The Colt Python BB revolver: Part 3
by Tom Gaylord, a.k.a. B.B. Pelletier
This report addresses:
• Sighting in.
• Corrections to the manual.
• Accuracy at 16 feet, 4 inches (5 meters).
• Accuracy at 25 feet.
Today is accuracy day for the Colt Python BB revolver. I know this is a test many readers have been waiting for, and I think it’ll be worth the wait!
I shot the revolver from a rested position, using a 2-hand hold with my hands forward of the rest and unsupported. My forearms were resting on a cushion, and the revolver was steady in my grip. The target was lit brightly, so the sights were in sharp relief.
I charged the gun with an Umarex CO2 cartridge and shot only Umarex Precision steel BBs in this test. I loaded the cartridges individually, and I found that was faster than using the speedloader. It eliminates some steps that take time.
The first few shots landed too low on the target and also a bit to the left. I first adjusted the elevation of the rear sight and left the windage alone. I did this without consulting the manual, because we all know that the rear sight must move in the direction you want the round to move on target. The gun was shooting low so the sight had to come up — it’s as simple as that. There are directions for elevation adjustment on the rear sight, and they told me to turn the screw counterclockwise to raise the sight. It worked perfectly, but I had to make several adjustments before the BBs were hitting as high as I wanted.
Then, I shot my first 10-shot group. Yes, I shot a complete cylinder and 4 more from the next cylinder. And I’m glad I did. The first group was the best of the day, putting all 10 shots into 0.537 inches between centers. Until I walked up to examine the target, it seemed as though all shots were going into the same hole. But as you can see, the group isn’t quite that spectacular. It’s close, though.
Manual has errors
Next, I wanted to adjust the group slightly to the right, so the rear sight had to be adjusted again; but this time I was stumped. The windage adjustment requires a 1.5mm Allen wrench, while the elevation adjustment is a plain slotted screw. I carry a pocketknife that has a screwdriver, but now I had to find a small Allen wrench. It turns out neither the windage nor the elevation adjustment tools are provided with the gun. I think that’s a mistake because the typical buyer of a gun like this in not likely to have a lot of Allen wrenches laying around (there’s an Allen wrench included, but it’s larger and for removing the cap that holds the CO2 cartridge).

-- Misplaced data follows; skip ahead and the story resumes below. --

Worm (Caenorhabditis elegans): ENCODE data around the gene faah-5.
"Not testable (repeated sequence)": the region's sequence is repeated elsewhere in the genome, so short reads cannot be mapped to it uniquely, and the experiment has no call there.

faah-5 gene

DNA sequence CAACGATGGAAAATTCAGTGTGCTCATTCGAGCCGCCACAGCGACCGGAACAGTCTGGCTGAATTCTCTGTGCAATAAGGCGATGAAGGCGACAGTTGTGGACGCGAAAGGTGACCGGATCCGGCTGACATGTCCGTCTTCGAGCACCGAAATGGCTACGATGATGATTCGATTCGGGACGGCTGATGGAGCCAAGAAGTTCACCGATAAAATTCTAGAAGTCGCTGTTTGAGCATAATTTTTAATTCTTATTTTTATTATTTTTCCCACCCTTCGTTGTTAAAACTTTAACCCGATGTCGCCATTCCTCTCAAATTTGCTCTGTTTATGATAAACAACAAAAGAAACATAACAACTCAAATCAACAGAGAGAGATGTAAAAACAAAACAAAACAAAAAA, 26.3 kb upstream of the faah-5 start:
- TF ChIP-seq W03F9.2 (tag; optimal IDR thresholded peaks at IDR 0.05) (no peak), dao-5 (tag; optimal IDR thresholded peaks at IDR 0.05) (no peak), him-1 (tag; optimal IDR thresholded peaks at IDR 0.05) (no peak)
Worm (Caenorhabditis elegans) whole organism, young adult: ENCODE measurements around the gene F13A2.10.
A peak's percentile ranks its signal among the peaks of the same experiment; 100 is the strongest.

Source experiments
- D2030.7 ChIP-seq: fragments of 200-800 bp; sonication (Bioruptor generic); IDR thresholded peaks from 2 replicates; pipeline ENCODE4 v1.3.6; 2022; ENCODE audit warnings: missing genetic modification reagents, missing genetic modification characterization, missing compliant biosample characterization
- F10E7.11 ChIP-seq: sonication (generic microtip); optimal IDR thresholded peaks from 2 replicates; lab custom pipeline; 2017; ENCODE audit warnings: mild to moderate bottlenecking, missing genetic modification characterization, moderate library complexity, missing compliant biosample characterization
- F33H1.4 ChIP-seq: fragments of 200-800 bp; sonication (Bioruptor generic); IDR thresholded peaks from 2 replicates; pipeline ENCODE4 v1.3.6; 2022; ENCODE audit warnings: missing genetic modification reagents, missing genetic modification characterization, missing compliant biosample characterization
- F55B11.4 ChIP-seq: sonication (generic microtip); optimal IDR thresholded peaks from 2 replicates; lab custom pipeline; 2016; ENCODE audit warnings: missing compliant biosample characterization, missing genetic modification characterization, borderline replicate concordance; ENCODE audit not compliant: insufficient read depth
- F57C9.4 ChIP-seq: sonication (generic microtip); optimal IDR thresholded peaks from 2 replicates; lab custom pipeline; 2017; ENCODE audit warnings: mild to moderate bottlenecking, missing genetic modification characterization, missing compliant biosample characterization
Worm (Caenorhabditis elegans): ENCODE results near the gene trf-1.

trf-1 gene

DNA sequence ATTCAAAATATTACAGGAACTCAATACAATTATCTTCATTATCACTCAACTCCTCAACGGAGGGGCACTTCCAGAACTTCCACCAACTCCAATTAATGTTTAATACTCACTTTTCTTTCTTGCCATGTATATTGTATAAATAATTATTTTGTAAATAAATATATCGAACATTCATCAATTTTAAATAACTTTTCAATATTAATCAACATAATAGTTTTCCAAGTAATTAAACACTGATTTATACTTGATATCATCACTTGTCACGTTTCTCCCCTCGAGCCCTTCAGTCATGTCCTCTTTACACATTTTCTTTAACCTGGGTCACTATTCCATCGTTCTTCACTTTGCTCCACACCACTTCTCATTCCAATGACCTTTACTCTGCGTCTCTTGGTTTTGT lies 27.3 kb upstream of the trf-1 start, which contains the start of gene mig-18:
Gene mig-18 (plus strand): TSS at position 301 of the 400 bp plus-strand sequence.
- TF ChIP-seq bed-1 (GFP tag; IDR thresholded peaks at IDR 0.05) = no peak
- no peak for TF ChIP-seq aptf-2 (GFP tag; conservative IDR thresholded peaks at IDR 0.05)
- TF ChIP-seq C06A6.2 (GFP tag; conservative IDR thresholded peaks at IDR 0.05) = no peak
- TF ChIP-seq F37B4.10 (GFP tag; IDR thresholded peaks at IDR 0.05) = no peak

There are no directions for the rear sight adjustment on the gun, so I consulted the manual. That’s when I discovered that both the windage and elevation instructions are backwards in the manual! This is of no concern for elevation, because the instructions are on the gun — but for windage, you have to stop and figure it out yourself.
Then, it was back to shooting targets. This time, I used the slightly smaller 10-meter bulls instead of the 50-foot rimfire bulls I’d used for the first group. The BBs landed higher on this smaller bull, and it appeared that I adjusted the rear sight too far to the right.
The next 10-shot group measures 1.119 inches between centers. The first shot was a flinch that went high and right — out into the white, and the other 9 shots were in the black and measure 0.941 inches between centers. It’s twice the size of the first group and represents the second-worst group shot from 5 meters.
I didn’t change the sights before the next group. Eight of the BBs went into 0.602 inches, but the other 2 shots opened the group to 1.166 inches. It’s the worst group; yet, it contains a remarkable smaller group inside the main group. I think concentration is what determined the group size, more than the accuracy of the gun. In other words — I was tiring out!
Finally, I tried shooting a group at 25 feet. This time only, I fired all 12 shots from 2 full cylinders. The group measures 2.121 inches and demonstrates how quickly the accuracy of a BB falls away as the distance to the target increases.
The Colt Python is accurate
Without a doubt, this Colt Python revolver is an accurate BB gun. I don’t like to make comparisons, but I know a lot of readers want them. I looked at other accurate BB pistols I’ve tested over the years and found this one to hold its own. In other words, about on par with the other accurate BB pistols, and quite a bit better than an average BB pistol.
I like the trigger in both single- and double-action, I like the sights, I like the speedloader and the way the cartridges grab each BB so positively. The power is good and so is the shot count. There’s nothing to dislike, save the lack of sight adjustment tools and the small transposition in the owner’s manual.
If you have a hankering for a Colt Python and cannot or will not spend $1,400 to buy one, this revolver scratches a lot of the itch.